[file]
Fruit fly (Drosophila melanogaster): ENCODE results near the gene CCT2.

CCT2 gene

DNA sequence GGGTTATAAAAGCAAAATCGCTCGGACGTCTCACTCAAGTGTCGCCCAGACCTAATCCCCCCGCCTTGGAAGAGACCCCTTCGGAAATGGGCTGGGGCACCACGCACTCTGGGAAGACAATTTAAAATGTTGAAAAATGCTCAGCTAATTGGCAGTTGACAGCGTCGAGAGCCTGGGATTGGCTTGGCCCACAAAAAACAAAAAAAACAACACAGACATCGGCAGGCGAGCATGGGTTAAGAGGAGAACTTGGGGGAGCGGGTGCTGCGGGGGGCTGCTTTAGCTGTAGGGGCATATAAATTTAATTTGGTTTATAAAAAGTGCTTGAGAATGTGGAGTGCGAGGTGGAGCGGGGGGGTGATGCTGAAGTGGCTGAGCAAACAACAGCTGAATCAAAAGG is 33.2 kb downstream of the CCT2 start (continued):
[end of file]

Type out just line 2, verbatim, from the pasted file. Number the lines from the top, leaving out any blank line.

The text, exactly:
CCT2 gene